What Does The Revival of 90s Fashion Mean for 2020s Body Image?

In a Culture Gripped with 90s Nostalgia, Where Does the 90s ‘Ideal Body’ Fit In With Modern Beauty Standards and the Rise of Body Positivity?


CW: This article discusses topics of body image and eating disorders which could be distressing to some readers.


90s Fashion is Making a Return


The 2020s are seeing a return to 90s fashion trends, from crop tops and spaghetti straps to miniskirts and slip dresses.


For many, this is fueled by nostalgia, but for those of us too young to remember the 90s, the attraction to this style comes from an imagined fantasy of the time, created by music, television, and photographs of the era. Media plays a big role in this trend, from modern shows like Euphoria celebrating the style and culture of the 90s, to the continued popularity of 90s classics like Friends and Clueless inspiring modern takes on the styles worn by their characters.


Additionally, the denouncing of fast fashion and disposable culture has led to a rise in thrifting. Vintage items are being worn on red carpets, and Love Island moved away from fast fashion to promote sustainability in 2022. The rise of vintage speaks to the desire for individuality, with unique pieces replacing the mass produced fast fashion items.


As well as the iconic fashion, the 90s also have a more harmful legacy: ‘heroin chic’. This trend wasn’t about drugs, but about glamourising the aesthetic of drug addiction. Extremely thin bodies, sunken eyes with dark circles, and pale skin were the beauty standard not only for models, but for all women.

This trend was harmful for body image, particularly that of young girls, with articles that influenced teenage girls to develop bulimia in attempts to get the waif-like bodies presented as the standard of beauty.


Because of this trend, images featuring 90s fashion often depict the clothes on size zero supermodels, meaning the style and the ideal body are undeniably connected. When the aspirational images of beautiful, ‘in’ clothes all feature stick-thin, androgynous models, it sets an expectation of the types of bodies that can wear them.


The 2020s 'Ideal Body'


Backlash against the 90s ideal body and the harm its influence did to women saw a shift in culture, and heroin chic was soon out of fashion.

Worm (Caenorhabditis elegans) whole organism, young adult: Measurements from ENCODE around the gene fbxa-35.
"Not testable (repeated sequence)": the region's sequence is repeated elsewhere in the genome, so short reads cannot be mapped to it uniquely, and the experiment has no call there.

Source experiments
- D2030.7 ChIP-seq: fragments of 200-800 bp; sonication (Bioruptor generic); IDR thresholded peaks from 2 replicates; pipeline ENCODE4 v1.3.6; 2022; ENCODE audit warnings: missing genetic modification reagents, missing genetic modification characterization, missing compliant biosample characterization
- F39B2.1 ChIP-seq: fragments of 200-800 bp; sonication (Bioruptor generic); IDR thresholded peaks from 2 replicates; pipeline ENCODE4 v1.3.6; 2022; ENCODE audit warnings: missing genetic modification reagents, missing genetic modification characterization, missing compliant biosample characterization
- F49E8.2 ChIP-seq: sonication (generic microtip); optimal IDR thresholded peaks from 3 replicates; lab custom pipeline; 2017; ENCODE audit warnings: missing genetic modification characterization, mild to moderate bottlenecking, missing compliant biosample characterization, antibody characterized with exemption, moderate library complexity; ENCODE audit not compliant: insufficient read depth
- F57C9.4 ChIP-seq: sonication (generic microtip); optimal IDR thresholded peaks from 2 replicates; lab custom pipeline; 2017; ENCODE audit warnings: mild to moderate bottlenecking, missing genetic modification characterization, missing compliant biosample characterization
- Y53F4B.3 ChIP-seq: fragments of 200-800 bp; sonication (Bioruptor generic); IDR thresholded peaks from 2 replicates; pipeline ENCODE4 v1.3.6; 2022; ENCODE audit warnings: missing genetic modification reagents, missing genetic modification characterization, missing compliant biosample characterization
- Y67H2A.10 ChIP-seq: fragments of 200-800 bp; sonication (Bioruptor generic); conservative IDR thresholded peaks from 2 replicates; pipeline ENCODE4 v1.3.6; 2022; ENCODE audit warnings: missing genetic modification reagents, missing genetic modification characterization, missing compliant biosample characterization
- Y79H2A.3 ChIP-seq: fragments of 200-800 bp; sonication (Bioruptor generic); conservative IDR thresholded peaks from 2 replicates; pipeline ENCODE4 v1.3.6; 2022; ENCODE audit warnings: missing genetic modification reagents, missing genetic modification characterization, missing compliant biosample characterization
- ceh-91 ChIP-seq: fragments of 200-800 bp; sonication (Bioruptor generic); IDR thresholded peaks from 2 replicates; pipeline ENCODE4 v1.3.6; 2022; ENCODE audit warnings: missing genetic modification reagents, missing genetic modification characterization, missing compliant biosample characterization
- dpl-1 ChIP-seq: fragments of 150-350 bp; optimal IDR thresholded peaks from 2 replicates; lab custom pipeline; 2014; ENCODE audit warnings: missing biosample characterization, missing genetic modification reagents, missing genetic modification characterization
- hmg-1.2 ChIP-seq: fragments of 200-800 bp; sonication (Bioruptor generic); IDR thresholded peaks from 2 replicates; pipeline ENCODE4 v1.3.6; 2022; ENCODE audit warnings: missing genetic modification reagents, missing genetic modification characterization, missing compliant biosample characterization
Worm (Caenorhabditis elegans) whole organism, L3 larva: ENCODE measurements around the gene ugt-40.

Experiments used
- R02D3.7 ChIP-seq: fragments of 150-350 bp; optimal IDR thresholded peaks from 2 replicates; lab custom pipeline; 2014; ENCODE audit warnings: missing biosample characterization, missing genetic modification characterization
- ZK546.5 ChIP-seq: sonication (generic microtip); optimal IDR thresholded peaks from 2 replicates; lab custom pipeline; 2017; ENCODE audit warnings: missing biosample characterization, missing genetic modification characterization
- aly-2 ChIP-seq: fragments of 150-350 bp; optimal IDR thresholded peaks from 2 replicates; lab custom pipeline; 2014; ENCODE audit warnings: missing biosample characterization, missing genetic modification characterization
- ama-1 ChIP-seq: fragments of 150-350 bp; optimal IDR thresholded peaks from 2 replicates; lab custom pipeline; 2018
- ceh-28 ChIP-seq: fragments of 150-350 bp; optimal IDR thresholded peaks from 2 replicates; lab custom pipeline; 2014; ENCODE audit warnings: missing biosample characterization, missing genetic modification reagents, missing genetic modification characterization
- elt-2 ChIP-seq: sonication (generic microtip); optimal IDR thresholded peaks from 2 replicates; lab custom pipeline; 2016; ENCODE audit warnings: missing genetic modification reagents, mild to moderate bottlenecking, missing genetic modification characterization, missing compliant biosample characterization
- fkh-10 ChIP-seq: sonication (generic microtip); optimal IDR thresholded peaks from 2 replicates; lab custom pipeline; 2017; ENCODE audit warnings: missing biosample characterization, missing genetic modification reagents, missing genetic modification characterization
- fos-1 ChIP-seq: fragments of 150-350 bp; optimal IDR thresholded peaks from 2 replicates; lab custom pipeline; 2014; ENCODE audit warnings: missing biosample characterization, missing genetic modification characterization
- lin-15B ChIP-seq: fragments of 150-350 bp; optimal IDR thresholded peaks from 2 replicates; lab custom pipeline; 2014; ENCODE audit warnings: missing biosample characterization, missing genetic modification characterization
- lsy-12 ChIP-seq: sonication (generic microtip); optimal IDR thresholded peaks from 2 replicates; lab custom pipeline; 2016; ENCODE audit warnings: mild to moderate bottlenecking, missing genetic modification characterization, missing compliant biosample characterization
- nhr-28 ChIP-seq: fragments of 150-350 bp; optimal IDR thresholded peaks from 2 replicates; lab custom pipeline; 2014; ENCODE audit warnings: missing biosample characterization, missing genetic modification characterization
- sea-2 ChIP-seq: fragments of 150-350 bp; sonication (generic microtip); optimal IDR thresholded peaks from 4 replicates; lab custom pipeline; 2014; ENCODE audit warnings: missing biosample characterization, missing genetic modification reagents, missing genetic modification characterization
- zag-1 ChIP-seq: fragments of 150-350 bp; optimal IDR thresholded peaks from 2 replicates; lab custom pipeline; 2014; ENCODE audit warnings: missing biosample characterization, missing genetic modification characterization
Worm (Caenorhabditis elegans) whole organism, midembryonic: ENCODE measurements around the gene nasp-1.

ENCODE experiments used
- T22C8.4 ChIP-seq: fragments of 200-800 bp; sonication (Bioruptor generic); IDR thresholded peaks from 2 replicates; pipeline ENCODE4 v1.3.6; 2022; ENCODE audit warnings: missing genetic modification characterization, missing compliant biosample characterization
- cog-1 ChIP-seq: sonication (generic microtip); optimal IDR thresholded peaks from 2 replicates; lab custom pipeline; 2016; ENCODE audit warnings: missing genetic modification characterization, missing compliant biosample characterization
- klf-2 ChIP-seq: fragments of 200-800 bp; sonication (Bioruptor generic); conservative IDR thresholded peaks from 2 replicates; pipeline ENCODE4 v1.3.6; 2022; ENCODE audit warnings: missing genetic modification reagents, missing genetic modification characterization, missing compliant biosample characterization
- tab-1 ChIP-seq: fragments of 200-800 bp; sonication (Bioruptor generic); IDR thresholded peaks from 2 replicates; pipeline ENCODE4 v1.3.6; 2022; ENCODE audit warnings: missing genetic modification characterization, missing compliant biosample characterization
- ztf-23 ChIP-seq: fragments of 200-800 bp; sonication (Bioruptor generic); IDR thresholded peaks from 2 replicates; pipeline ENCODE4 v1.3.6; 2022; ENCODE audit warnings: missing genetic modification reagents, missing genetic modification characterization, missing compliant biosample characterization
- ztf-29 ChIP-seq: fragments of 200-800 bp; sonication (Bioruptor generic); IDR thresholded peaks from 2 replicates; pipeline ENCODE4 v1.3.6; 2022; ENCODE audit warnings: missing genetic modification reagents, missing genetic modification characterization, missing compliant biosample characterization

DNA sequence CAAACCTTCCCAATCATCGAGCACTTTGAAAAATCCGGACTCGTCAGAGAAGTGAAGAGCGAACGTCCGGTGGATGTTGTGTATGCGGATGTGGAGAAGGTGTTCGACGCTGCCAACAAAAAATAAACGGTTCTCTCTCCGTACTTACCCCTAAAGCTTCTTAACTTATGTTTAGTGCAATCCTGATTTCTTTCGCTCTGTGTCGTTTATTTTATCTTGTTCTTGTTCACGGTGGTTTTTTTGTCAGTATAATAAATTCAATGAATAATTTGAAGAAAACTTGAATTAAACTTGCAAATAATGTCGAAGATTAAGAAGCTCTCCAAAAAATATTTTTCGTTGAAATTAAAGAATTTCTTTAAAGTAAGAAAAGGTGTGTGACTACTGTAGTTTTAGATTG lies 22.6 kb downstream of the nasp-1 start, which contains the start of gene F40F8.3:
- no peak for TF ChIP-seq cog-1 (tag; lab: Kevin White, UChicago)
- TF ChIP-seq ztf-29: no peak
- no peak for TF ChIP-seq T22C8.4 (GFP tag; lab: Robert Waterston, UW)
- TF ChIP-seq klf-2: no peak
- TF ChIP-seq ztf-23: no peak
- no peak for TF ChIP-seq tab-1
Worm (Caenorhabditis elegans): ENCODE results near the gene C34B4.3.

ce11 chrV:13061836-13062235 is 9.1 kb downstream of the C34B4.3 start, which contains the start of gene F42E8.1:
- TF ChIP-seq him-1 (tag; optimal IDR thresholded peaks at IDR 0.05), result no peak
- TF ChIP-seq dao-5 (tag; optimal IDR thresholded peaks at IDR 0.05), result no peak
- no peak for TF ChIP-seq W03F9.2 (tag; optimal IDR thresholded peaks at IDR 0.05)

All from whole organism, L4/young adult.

However, this doesn’t mean that the notion of an ‘ideal body’ no longer exists. Now, instead of thinness, the beauty standard is curves - a big bum, big boobs, but still a slim waist. This body has been influenced by celebrities like the Kardashians, who are strongly associated with their figures.


While this beauty standard seems more attainable than the ideal body of the 90s, it’s not necessarily the case. There’s still the expectation of the thin ‘snatched’ waist, while at the same time promoting ‘thick’ bodies. It isn’t as obvious that this new ideal body is unattainable, since we don’t look at hourglass figures as unhealthy in the same way we view the 1990s supermodel body as unhealthy.


Much like the 90s size zero ideal, this new ‘thick’ ideal body is also unattainable for many of us. While many celebrities have been open about the procedures they’ve had, others insist that their bodies are natural. Whether or not this is the case, celebrities have access to personal trainers, makeup artists, and in some cases, plastic surgeons; resources that many of us don’t have.


90s Fashion and 2020s Body Positivity


In more recent years, body positive movements have rejected the idea of size zero models, advocating for accurate representation of the bodies of fashion consumers. There is a desire to see diversity in the bodies walking the runway. In fact, many of the early champions of body positivity were inspired by their own experience of negative body image during the 90s ‘heroin chic’ trend. The body positive movement promotes loving your current body, rather than trying to change it to fit societal expectations. While the body positive movement initially began by encouraging acceptance of bigger bodies, it’s important to remember the other side. Between the modern, curvy ideal body, and the denouncement of heroin chic, it’s easy to fall into the trap that thin = bad.


It isn’t the nature of the ideal body that’s harmful - there’s nothing wrong with being thin or being curvy. The problem lies in the concept of the ideal body. Much like fashion trends, the so-called ‘ideal body’ is always changing and evolving. What was once desired becomes frowned upon and a new ideal body comes into favour. Ultimately, the ideal body is just that - an ideal. It doesn’t reflect the average body, and it also shouldn’t be seen as a standard. In fact, it’s often an unattainable target, whether it requires extreme diets, cosmetic procedures, or hours in the gym.


In a culture where fashion trends are experiencing increasingly shorter life cycles, the desired body type to fit these trends also changes rapidly. A return to 90s fashion increases the depiction of the 90s ideal body, but the body positive movement reminds us that we don’t have to fit into the impossible beauty standards.